Thu, Dec 27, 2018 - Page 6 News List

Arab League expected to readmit Syria

SHIFTING NEEDS:Saudi Arabia and the UAE are likely aiming to pull Syria away from Iran, which has been funding reconstruction and promising normalized trade relations

The Guardian

Gulf nations are moving to readmit Syria into the Arab League, eight years after Damascus was expelled over its brutal repression of peaceful protests against Syrian President Bashar al-Assad.

Some time next year, it is likely that al-Assad is to be welcomed to once again take his place among the Arab world’s leaders, sources said.

Shoulder to shoulder with Saudi Arabian Crown Prince Mohammed bin Salman and Egyptian President Abdel-Fattah al-Sisi, the moment would mark the definitive death of the Arab Spring, the hopes of the region’s revolutions crushed by the newest generation of strongmen.

Syria was thrown out of the Arab League in 2011 over its violent response to opposition dissent, a move that failed to stem the bloodshed that spiraled into civil war.

However, a regional thaw is already under way.

Sudanese President Omar al-Bashir on Sunday became the first Arab League leader to visit Syria in eight years, a visit widely interpreted as a gesture of friendship on behalf of Saudi Arabia, which has shored up ties with Khartoum.

Pro-government media outlets posted photographs of the leaders shaking hands and grasping each other’s arms on a red carpet leading from the Russian jet that ferried al-Bashir to Damascus along with the hashtag “More are yet to come.”

There is a growing consensus among the league’s 22 members that Syria should be readmitted to the alliance, although the US is pressuring Riyadh and Cairo to hold off on demanding a vote from members, diplomatic sources said.

The move comes despite al-Assad’s intimate ties to Iran, to whom the regime owes its survival.

For Saudi Arabia and the United Arab Emirates (UAE), re-embracing Syria is a new strategy aimed at pivoting al-Assad away from Tehran’s sphere of influence, fueled by the promise of normalized trade relations and reconstruction money.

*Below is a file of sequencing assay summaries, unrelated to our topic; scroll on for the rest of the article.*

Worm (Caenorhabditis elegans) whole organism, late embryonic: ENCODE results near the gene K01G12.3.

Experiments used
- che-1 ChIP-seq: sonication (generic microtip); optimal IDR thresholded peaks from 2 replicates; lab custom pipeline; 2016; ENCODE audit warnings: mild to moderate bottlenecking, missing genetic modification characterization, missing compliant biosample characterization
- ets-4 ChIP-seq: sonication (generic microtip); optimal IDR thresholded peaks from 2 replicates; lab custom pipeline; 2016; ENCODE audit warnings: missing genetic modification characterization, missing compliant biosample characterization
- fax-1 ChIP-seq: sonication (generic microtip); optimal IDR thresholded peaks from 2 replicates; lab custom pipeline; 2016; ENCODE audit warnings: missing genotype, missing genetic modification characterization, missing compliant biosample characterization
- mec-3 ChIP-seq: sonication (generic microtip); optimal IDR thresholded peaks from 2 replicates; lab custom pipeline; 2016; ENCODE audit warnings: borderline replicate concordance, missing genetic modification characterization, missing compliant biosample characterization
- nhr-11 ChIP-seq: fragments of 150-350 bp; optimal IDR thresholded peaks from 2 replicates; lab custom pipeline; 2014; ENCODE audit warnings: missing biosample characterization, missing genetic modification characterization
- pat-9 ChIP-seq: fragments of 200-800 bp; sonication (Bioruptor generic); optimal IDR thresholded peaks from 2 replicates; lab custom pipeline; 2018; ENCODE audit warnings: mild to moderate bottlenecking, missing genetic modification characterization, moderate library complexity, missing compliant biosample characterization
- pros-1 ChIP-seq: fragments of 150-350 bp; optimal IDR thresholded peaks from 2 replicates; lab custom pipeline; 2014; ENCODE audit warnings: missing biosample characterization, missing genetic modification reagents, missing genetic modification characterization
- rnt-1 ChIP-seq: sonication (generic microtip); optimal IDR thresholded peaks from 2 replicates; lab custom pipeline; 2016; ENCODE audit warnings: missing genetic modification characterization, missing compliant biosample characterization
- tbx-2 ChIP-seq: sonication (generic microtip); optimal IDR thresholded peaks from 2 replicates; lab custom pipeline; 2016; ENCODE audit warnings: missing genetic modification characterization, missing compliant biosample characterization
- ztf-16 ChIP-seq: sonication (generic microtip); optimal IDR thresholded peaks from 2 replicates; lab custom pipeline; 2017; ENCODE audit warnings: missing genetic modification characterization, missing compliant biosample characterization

Syrian and external estimates show that about US$400 billion is needed to rebuild the country, but the UN would refuse to send a penny until al-Assad engages with the UN peace process.

The full sum would probably never materialize and much of Syria is likely to remain in ruins — but Riyadh’s pockets are much deeper than Tehran’s and Moscow’s. Any forthcoming Gulf reconstruction money is to be directed to areas that stayed loyal to the government throughout the war.

“Arab leaders in the Gulf have long acquiesced to the idea of Bashar al-Assad surviving in power. In the end, in the big scheme of regional revolution and counterrevolution, [al-]Assad was one of them — an Arab autocrat fighting against what especially Emirati and Egyptian leaders consider subversive revolutionary and Islamist forces such as the Muslim Brotherhood,” said Tobias Schneider, a research fellow at Berlin’s Global Public Policy Institute.

“[Al-]Assad will be angling to pragmatically extract as much out of the regional powers’ ambitions as he can. Incremental steps toward normalization without risking his own survival in a new bout of regional competition,” Schneider added.

Al-Assad in October told a Kuwaiti newspaper that Syria has after years of hostility reached a “major understanding” with Arab states.

Syrian Minister of Foreign Affairs and Expatriates Walid al-Muallem earlier this year was seen shaking the hand of Bahraini Minister of Foreign Affairs Khalid bin Ahmed Al Khalifa on the sidelines of the UN General Assembly.

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